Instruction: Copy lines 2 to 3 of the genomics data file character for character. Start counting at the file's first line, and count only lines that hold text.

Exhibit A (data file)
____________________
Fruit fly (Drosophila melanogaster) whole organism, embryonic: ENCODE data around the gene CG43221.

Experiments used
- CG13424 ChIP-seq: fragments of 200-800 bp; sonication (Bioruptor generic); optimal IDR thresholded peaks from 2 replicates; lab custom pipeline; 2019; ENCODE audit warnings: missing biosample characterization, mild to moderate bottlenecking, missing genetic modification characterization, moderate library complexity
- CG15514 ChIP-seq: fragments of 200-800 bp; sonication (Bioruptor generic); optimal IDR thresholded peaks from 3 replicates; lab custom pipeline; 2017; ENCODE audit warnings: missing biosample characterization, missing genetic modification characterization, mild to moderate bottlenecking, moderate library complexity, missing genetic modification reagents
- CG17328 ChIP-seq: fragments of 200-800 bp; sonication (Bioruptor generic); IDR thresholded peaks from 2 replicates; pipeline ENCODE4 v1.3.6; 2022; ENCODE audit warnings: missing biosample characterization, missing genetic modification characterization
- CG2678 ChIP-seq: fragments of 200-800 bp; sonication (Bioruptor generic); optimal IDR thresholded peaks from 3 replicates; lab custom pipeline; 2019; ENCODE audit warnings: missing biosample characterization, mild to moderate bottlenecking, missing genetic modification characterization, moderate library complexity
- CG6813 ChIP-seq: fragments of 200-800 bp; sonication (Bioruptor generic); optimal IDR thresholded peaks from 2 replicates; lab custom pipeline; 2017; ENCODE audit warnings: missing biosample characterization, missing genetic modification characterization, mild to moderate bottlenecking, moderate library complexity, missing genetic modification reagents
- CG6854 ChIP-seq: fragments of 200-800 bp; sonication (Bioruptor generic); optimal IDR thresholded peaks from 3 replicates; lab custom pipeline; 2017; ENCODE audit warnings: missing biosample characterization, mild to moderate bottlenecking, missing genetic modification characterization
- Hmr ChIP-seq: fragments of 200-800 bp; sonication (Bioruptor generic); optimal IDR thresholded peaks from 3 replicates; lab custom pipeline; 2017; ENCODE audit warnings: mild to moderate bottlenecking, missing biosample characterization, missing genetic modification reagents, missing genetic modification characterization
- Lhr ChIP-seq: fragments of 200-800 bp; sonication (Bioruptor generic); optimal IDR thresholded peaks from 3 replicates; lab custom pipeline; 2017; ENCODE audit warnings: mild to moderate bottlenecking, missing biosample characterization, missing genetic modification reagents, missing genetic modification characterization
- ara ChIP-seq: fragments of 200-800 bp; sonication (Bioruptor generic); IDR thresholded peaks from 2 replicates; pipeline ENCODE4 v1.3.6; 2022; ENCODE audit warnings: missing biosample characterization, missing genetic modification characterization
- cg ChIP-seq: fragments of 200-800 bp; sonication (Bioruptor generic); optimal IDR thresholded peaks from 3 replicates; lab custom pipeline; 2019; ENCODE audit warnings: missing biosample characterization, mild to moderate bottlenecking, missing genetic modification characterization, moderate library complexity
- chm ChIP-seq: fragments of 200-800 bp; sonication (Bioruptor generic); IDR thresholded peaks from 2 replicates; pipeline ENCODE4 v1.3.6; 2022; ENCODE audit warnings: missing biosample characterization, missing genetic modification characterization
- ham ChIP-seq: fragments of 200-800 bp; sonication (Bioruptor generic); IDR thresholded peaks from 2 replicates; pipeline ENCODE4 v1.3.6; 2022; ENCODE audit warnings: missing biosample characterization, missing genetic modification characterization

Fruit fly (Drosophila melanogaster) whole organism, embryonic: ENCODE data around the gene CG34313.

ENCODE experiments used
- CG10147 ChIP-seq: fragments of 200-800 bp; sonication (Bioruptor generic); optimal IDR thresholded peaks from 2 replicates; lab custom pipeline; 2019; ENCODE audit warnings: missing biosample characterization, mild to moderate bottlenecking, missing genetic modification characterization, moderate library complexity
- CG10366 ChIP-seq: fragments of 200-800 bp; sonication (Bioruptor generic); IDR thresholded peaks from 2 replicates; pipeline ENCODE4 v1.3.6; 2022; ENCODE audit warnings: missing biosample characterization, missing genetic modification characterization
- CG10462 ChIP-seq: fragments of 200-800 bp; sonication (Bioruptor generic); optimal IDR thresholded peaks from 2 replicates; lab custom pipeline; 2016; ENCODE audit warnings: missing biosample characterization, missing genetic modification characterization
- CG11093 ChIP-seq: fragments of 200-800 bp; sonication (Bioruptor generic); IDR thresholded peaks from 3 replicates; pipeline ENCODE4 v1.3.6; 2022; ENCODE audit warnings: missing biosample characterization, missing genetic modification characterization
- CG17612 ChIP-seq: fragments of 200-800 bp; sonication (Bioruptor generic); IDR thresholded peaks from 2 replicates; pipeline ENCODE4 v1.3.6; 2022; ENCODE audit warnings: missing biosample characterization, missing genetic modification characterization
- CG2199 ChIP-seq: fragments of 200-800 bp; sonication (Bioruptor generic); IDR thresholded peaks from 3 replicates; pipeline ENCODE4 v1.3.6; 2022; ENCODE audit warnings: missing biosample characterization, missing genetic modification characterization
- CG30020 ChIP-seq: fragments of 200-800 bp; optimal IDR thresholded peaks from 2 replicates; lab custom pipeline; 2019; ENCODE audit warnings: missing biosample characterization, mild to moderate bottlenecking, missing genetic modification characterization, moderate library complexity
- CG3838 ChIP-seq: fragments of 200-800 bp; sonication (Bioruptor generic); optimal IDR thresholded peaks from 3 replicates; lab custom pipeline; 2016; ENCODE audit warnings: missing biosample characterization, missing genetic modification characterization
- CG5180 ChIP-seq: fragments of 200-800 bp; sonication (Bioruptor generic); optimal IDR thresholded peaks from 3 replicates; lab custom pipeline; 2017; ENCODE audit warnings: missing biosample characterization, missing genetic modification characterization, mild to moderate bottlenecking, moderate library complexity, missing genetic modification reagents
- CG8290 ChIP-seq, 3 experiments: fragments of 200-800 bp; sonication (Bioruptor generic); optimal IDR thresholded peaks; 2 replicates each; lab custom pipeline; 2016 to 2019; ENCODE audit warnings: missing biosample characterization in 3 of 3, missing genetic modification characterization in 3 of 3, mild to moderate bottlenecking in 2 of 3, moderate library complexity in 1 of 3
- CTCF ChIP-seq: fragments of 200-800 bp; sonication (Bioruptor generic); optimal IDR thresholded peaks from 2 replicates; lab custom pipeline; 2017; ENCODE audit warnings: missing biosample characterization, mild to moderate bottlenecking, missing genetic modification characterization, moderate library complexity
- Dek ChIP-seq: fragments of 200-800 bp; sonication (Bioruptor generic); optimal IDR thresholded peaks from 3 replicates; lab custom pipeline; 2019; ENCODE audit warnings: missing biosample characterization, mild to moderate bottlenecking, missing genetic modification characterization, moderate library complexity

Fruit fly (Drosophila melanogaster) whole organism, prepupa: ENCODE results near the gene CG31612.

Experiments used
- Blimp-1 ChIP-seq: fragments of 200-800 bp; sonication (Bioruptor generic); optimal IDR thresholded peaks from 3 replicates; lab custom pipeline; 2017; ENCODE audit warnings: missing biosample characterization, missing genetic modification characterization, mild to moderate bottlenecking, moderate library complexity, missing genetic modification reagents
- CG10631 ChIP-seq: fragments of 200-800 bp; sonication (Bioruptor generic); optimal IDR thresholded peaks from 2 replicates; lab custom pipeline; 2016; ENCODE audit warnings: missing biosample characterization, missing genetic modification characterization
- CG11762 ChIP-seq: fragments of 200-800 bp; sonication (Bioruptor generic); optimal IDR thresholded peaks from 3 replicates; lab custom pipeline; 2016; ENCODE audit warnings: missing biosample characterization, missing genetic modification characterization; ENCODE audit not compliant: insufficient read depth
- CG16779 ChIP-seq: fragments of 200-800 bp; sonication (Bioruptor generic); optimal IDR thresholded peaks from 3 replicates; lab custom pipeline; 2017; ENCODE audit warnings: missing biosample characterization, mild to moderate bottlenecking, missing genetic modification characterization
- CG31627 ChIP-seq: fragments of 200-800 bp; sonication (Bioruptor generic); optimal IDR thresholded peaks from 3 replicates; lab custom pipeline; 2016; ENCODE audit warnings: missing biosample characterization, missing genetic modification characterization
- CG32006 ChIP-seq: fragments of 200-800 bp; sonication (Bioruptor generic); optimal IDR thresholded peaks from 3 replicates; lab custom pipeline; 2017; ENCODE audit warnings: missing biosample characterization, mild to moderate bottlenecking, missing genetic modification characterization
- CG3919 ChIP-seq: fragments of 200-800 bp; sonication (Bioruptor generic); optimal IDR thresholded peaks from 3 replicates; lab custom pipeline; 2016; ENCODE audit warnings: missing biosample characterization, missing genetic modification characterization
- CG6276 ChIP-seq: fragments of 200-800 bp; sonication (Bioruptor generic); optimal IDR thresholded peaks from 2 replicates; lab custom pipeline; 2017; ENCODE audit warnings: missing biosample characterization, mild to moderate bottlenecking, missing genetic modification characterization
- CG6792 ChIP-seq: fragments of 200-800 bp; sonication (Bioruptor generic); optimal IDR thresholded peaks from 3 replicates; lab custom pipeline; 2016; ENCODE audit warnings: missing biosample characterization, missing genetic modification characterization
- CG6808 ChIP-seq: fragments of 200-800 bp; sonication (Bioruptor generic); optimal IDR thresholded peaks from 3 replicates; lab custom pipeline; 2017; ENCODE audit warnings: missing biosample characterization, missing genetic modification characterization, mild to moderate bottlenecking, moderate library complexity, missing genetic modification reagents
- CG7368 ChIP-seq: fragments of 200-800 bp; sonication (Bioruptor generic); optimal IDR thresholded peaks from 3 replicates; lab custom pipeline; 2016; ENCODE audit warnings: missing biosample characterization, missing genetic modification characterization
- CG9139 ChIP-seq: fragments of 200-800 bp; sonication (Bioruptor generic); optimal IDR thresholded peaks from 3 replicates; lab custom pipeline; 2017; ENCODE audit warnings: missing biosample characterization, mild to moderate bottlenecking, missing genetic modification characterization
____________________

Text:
Experiments used
- CG13424 ChIP-seq: fragments of 200-800 bp; sonication (Bioruptor generic); optimal IDR thresholded peaks from 2 replicates; lab custom pipeline; 2019; ENCODE audit warnings: missing biosample characterization, mild to moderate bottlenecking, missing genetic modification characterization, moderate library complexity